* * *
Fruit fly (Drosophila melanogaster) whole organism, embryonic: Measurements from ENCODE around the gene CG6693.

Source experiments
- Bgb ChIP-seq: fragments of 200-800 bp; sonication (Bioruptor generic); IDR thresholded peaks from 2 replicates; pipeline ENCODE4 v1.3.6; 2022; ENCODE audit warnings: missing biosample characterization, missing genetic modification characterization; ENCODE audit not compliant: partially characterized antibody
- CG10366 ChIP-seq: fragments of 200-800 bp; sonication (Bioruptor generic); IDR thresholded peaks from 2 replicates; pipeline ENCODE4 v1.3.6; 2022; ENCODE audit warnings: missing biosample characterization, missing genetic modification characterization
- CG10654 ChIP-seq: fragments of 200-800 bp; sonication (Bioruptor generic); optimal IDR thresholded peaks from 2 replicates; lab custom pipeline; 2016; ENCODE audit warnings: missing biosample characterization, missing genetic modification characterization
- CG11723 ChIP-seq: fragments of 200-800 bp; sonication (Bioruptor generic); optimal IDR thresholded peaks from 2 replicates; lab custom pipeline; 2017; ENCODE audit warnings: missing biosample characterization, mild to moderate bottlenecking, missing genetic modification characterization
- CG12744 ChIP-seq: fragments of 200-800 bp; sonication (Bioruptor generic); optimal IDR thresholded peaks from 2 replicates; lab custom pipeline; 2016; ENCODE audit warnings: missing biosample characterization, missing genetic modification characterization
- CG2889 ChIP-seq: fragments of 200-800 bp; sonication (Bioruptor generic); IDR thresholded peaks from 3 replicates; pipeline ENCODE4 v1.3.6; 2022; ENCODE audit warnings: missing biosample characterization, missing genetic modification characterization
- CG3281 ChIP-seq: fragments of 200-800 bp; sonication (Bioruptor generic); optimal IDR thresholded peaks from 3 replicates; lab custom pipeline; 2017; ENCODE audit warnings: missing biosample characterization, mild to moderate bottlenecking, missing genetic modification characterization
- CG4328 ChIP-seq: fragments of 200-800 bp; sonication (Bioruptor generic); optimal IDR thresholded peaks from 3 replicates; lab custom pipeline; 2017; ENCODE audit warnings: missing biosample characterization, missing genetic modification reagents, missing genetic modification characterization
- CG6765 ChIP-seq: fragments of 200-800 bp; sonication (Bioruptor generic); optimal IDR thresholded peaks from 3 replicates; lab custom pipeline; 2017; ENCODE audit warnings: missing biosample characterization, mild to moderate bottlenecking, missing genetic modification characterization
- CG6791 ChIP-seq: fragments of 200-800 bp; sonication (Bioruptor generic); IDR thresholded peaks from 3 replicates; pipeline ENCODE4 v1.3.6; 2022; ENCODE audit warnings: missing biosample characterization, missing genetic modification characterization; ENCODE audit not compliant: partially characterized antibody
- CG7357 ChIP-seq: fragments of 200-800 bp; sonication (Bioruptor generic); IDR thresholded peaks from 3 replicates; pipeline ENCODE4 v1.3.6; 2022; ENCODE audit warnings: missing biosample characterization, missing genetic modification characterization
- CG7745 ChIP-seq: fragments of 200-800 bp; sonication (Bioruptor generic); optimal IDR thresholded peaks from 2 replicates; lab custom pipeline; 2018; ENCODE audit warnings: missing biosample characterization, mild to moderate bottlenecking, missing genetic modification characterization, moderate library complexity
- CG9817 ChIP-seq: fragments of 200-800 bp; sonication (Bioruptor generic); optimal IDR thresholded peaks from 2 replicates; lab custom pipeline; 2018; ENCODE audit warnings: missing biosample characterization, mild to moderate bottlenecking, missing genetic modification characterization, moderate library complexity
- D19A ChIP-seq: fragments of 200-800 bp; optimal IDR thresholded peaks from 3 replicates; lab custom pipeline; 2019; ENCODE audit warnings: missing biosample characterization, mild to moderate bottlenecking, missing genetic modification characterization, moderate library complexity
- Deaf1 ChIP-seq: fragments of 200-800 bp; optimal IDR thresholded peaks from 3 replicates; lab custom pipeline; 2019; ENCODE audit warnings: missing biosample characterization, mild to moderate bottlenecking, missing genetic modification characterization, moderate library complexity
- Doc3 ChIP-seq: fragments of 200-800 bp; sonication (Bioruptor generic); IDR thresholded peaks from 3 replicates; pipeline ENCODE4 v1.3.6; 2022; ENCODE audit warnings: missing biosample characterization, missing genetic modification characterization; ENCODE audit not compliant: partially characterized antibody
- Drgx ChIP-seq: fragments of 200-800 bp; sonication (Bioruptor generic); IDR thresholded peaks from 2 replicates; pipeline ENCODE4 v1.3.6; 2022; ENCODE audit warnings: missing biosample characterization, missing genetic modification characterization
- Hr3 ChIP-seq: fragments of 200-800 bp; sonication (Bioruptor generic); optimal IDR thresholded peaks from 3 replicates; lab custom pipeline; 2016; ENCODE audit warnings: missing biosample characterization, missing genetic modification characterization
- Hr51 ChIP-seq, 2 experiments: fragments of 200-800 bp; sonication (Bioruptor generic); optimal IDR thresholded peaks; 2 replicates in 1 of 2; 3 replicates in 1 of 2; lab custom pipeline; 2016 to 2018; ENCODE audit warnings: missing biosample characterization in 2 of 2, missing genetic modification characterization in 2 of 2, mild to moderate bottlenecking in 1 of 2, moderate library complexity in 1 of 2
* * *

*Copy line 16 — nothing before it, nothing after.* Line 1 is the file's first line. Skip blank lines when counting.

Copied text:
- D19A ChIP-seq: fragments of 200-800 bp; optimal IDR thresholded peaks from 3 replicates; lab custom pipeline; 2019; ENCODE audit warnings: missing biosample characterization, mild to moderate bottlenecking, missing genetic modification characterization, moderate library complexity